# Why is the Levi-decomposition not available in positive characteristic?

I am learning about Lie-Algebras and I came across a proof of the Levi-decomposition. Can somebody tell why the Lie-Algebra has to be over a field of characteristic $$0$$? Why does it fail for positive characteristic?

Thank you!

The short answer is, that there are counterexamples in characteristic $$p$$, see for example this MO-post. Moreover, most results of classical Lie algebra theory fail in characteristic $$p>0$$, such as Lie's Theorem, Cartan's criterion for semisimplicity (non-degenerate Killing form), almost all results for representations of semisimple Lie algebras, the classification of semisimple Lie algebras and so on.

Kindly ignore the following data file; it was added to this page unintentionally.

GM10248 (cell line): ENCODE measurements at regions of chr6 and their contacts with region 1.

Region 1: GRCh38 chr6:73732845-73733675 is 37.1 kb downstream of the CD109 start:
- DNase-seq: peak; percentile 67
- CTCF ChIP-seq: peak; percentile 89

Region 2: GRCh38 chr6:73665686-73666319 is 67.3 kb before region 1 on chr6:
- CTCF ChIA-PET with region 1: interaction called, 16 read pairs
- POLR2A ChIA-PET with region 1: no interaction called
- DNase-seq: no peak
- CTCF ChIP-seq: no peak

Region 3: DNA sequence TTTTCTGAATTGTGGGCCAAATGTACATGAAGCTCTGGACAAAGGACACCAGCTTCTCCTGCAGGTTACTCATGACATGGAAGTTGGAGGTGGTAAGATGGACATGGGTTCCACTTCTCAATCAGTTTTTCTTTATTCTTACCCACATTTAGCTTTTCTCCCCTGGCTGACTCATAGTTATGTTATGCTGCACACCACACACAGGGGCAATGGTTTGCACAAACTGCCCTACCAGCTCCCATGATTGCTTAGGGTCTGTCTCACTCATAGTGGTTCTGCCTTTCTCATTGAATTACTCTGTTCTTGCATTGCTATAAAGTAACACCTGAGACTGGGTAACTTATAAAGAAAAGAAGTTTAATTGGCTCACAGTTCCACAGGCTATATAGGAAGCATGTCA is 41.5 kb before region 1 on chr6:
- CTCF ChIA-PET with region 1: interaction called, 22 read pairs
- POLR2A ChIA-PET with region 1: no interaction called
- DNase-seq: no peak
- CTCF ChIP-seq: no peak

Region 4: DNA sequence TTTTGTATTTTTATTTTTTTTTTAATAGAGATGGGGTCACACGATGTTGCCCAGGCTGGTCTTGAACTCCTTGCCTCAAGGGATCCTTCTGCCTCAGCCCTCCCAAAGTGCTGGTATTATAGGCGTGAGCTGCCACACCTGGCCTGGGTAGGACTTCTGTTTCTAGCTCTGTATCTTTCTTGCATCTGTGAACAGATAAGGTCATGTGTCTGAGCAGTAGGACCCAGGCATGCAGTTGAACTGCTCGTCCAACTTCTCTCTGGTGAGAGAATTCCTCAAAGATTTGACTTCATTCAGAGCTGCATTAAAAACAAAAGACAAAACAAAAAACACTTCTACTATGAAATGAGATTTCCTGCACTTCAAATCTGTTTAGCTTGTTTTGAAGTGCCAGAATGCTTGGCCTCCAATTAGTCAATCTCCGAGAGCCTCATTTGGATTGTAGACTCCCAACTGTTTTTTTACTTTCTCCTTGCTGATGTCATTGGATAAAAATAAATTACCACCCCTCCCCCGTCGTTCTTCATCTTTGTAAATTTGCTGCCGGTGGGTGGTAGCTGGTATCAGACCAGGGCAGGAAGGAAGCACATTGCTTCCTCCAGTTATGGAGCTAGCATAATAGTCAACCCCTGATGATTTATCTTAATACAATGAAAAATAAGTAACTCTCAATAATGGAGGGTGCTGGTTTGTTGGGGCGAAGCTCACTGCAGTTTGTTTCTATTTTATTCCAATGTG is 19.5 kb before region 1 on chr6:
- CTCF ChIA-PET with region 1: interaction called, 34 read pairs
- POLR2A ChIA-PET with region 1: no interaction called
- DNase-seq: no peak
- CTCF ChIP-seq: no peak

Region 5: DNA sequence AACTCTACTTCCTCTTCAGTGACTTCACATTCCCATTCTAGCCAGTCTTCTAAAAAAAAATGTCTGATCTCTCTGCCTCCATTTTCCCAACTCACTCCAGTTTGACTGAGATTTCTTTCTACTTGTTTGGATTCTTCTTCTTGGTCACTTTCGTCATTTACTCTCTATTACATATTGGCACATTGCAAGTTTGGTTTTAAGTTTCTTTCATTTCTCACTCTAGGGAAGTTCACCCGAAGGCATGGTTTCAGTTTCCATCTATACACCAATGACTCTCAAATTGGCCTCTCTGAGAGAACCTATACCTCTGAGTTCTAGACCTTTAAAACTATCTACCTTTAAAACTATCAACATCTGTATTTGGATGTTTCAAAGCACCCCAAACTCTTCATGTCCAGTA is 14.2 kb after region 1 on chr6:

It is more difficult to give a sufficient answer, why. Of course, many arguments involving linear algebra fail for characteristic $$p$$, e.g., arguments using the trace. A summary can be found, for example, in this post:

If the field of a vector space weren't characteristic zero, then what would change in the theory?

Whitehead's lemma, saying that the $$H^1(L,M)=0$$ for semisimple Lie algebras of characteristic zero also fails in characteristic $$p$$.

In characteristic zero, the short exact sequence

$${\displaystyle 0\rightarrow \mathrm {rad} ({\mathfrak {g}})\rightarrow {\mathfrak {g}}\,{\xrightarrow {\varphi }}\,{\mathfrak {g}}/\mathrm {rad} ({\mathfrak {g}})\rightarrow 0}$$

splits, because $$\mathfrak{g}/{\rm rad}(\mathfrak{g})$$ is semisimple and Whitehead's Lemma. Levi's Theorem is a simple consequence of this fact. As said, this fact fails in characteristic $$p>0$$.